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Algorithmic trading is omnipresent in the financial industry, where a form of automated trading executes the orders and decides the amount of shares, the entry point and/or the exit point. In the present blog post, we define and explore the problem of optimal execution in the context of algorithmic trading.

Optimal Execution

Let's imagine that you need to sell a large amount of shares $S_t$ at a certain time $t$ with $P_t$. If the amount of shares that you would like to sell (or buy) is of the same order than the amount of shares that are traded daily at your broker, then asking your broker to sell your shares will have an impact on the price at which your shares will effectively be sold. The question is then: what is the optimal strategy to sell an (potentially high) amount of shares such that the overall price of the asset is minimally affected ?

The expected transactions costs are a joint effect of the market impact and the market risk. One could consider that the evolution of the asset prices can be modeled by three terms:

$$ \begin{eqnarray} \label{eqn:pricedynamics} P_{t} = P_{t-1} +\theta S_{t} + \varepsilon_{t} \end{eqnarray} $$ where $P_{t}$ depends on the price at a previous instant, a linear price impact term $\theta S_{t} (\theta>0)$ that depends on the number of shares that are sold at a particular time t and of a white noise $\varepsilon_{t} \left(\varepsilon \sim \text{WN}(0,\sigma_t^2)\right)$. As usual, the expected value of the term $\varepsilon_{t}$ is $\mathbb{E}\left[\varepsilon_t| P_{t-1},S_t\right]=0$.

The optimal execution could be cast as the minimization of a cost function, where a total quantity of shares $S_{\text{tot}}$ is sold in a certain period. By defining each instant $t\in \{1,2,\cdots,T \}$, the optimal execution takes the form:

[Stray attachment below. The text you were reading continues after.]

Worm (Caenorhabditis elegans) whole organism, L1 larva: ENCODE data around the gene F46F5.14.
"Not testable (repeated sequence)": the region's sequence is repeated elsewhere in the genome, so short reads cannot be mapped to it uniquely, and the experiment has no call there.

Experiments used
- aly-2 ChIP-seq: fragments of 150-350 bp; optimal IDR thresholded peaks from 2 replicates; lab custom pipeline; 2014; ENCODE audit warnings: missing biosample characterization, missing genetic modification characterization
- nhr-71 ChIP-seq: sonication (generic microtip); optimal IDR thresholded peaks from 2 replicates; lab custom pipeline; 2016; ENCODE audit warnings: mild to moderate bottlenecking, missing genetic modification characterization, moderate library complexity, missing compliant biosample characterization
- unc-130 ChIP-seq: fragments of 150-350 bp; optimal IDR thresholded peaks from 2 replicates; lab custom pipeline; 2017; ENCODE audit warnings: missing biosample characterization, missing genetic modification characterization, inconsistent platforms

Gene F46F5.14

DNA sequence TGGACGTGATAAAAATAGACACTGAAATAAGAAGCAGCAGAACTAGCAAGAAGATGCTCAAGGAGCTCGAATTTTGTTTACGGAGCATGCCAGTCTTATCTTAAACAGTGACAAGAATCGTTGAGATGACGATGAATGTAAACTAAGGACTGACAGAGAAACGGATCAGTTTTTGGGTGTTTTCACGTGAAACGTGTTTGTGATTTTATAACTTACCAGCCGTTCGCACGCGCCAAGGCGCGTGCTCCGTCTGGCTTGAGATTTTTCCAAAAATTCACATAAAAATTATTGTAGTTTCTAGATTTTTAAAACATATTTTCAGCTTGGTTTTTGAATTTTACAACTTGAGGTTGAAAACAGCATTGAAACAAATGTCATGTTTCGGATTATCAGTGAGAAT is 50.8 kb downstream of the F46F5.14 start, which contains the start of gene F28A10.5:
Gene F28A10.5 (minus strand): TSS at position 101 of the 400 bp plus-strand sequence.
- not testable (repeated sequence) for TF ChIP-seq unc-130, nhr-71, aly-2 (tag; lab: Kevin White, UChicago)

$$ \begin{eqnarray} &&\min_{S_{t}} \mathbb{E}\left(\sum_{t=1}^T P_t S_t\right) \nonumber \\
&& \text{s.t.} \sum_{t=1}^T S_t = S_{\text{tot}} . \nonumber \end{eqnarray} $$ Bertsimas & Lo [1] considered the transaction costs and optimal execution in the particular case of the price dynamics provided by equation (\ref{eqn:pricedynamics}). The solution that they obtained is particularly simple and elegant: $S_1=S_2=\cdots=S_T=S_\text{tot}/T$. This is called Time-Weighted Average Price (TWAP) . Such algorithm is part of a class of algorithms that are called impact driven algorithms, where big trading orders are sliced into smaller orders to minimize the market impact.

Implementation Shortfall Algorithm

Implementation Shortfall (IS) corresponds to the difference between the price at which the investor decides to trade and the average execution price that is achieved. The aim of such IS algos is to minimize not only the market impact, but also to account for the market risk.

We could consider such a case through the mathematical minimization of a utility function that accounts for the expectation and variance of a wealth process (i.e. the revenue upon completion of the trade).

By defining $x_t$ as the remaining quantity of the asset to buy (or sell) at time $t$, we could then conclude that the utility function

$$ \begin{eqnarray} \label{eqn:is_utility_function} \mathbf{J}_{\lambda}(x_1,\cdots,x_t) = \mathbf{E}(x_1,\cdots,x_t)+\lambda \mathbf{V}(x_1,\cdots,x_t) \end{eqnarray} $$ defines a trading strategy that minimizes the expected market costs for a given risk aversion $\lambda$. For a particular price dynamics of the type given by (\ref{eqn:pricedynamics}), the two terms in (\ref{eqn:is_utility_function}) are given by:

$$ \begin{eqnarray} \mathbf{E}(x_t)&=& S_0 + \theta \sum_{t=1}^T \left(x_t -x_{t+1}\right)^2 \nonumber \\\
\mathbf{V}(x_t)&=& \sum_{t=1}^T x_t^2 \sigma_t^2 \nonumber \end{eqnarray} $$ Here, $\sigma_t$ comes from the variance of the white noise term $\varepsilon_t$. To find the global minimum (see [3]) we need to find the $x_t$ that respects $\partial \mathbf{J}/\partial x_t=0$. The partial derivative of $\mathbf{J}_{\lambda}$ with respect to $x_t$ is:

$$ \begin{eqnarray} \frac{\partial \mathbf{J}}{\partial x_t} = -2 \theta \left(x_{t-1} - x_t \right)+2\theta \left(x_t - x_{t+1} \right)+2 \lambda \sigma_t^2 x_t \nonumber \end{eqnarray} $$

which leads to the following recurrent equation:
$$ \left(2+\lambda\frac{\sigma_t^2}{\theta} \right) x_t - x_{t-1} = x_{t+1} $$ under the constraint that at instant zero $x_0=1$ and $x_{T+1} =0$ the optimal trading curve takes the form of the Figure 1.